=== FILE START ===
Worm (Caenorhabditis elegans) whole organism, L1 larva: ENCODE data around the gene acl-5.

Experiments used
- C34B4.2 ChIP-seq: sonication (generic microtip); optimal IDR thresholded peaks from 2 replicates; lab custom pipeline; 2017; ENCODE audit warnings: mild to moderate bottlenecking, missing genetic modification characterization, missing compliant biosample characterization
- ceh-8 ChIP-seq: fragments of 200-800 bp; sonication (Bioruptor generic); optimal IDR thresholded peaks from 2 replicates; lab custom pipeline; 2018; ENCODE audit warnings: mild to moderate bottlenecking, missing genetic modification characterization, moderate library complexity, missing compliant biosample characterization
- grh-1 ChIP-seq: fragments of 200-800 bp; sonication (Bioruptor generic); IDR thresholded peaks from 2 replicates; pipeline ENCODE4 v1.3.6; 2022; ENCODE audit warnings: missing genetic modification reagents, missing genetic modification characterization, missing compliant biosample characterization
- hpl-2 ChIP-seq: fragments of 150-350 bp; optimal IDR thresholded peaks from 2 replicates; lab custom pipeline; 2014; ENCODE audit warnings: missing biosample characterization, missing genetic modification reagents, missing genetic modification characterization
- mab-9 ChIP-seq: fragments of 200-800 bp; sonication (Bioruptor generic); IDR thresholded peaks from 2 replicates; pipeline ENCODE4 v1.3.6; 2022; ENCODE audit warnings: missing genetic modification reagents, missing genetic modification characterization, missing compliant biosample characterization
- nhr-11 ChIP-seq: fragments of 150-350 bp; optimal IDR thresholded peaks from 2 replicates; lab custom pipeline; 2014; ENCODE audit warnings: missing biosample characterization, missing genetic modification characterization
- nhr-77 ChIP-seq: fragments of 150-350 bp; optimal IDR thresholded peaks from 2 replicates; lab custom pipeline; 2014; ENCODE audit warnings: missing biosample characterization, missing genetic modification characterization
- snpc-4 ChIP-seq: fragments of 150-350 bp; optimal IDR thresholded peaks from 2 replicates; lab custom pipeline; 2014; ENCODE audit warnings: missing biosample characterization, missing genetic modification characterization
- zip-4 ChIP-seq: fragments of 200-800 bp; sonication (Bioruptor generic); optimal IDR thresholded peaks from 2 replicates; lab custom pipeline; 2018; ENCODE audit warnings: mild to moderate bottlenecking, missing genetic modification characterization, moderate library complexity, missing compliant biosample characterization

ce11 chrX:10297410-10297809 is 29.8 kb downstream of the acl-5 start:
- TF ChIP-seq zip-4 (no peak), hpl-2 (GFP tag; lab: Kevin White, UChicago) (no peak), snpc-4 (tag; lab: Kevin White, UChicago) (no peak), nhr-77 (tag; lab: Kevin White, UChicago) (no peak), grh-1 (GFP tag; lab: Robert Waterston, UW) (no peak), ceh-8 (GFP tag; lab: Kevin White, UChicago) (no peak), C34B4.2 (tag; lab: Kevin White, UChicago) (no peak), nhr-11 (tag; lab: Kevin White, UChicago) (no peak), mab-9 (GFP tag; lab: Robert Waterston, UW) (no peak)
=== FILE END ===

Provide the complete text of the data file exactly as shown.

Worm (Caenorhabditis elegans) whole organism, L1 larva: ENCODE data around the gene acl-5.

Experiments used
- C34B4.2 ChIP-seq: sonication (generic microtip); optimal IDR thresholded peaks from 2 replicates; lab custom pipeline; 2017; ENCODE audit warnings: mild to moderate bottlenecking, missing genetic modification characterization, missing compliant biosample characterization
- ceh-8 ChIP-seq: fragments of 200-800 bp; sonication (Bioruptor generic); optimal IDR thresholded peaks from 2 replicates; lab custom pipeline; 2018; ENCODE audit warnings: mild to moderate bottlenecking, missing genetic modification characterization, moderate library complexity, missing compliant biosample characterization
- grh-1 ChIP-seq: fragments of 200-800 bp; sonication (Bioruptor generic); IDR thresholded peaks from 2 replicates; pipeline ENCODE4 v1.3.6; 2022; ENCODE audit warnings: missing genetic modification reagents, missing genetic modification characterization, missing compliant biosample characterization
- hpl-2 ChIP-seq: fragments of 150-350 bp; optimal IDR thresholded peaks from 2 replicates; lab custom pipeline; 2014; ENCODE audit warnings: missing biosample characterization, missing genetic modification reagents, missing genetic modification characterization
- mab-9 ChIP-seq: fragments of 200-800 bp; sonication (Bioruptor generic); IDR thresholded peaks from 2 replicates; pipeline ENCODE4 v1.3.6; 2022; ENCODE audit warnings: missing genetic modification reagents, missing genetic modification characterization, missing compliant biosample characterization
- nhr-11 ChIP-seq: fragments of 150-350 bp; optimal IDR thresholded peaks from 2 replicates; lab custom pipeline; 2014; ENCODE audit warnings: missing biosample characterization, missing genetic modification characterization
- nhr-77 ChIP-seq: fragments of 150-350 bp; optimal IDR thresholded peaks from 2 replicates; lab custom pipeline; 2014; ENCODE audit warnings: missing biosample characterization, missing genetic modification characterization
- snpc-4 ChIP-seq: fragments of 150-350 bp; optimal IDR thresholded peaks from 2 replicates; lab custom pipeline; 2014; ENCODE audit warnings: missing biosample characterization, missing genetic modification characterization
- zip-4 ChIP-seq: fragments of 200-800 bp; sonication (Bioruptor generic); optimal IDR thresholded peaks from 2 replicates; lab custom pipeline; 2018; ENCODE audit warnings: mild to moderate bottlenecking, missing genetic modification characterization, moderate library complexity, missing compliant biosample characterization

ce11 chrX:10297410-10297809 is 29.8 kb downstream of the acl-5 start:
- TF ChIP-seq zip-4 (no peak), hpl-2 (GFP tag; lab: Kevin White, UChicago) (no peak), snpc-4 (tag; lab: Kevin White, UChicago) (no peak), nhr-77 (tag; lab: Kevin White, UChicago) (no peak), grh-1 (GFP tag; lab: Robert Waterston, UW) (no peak), ceh-8 (GFP tag; lab: Kevin White, UChicago) (no peak), C34B4.2 (tag; lab: Kevin White, UChicago) (no peak), nhr-11 (tag; lab: Kevin White, UChicago) (no peak), mab-9 (GFP tag; lab: Robert Waterston, UW) (no peak)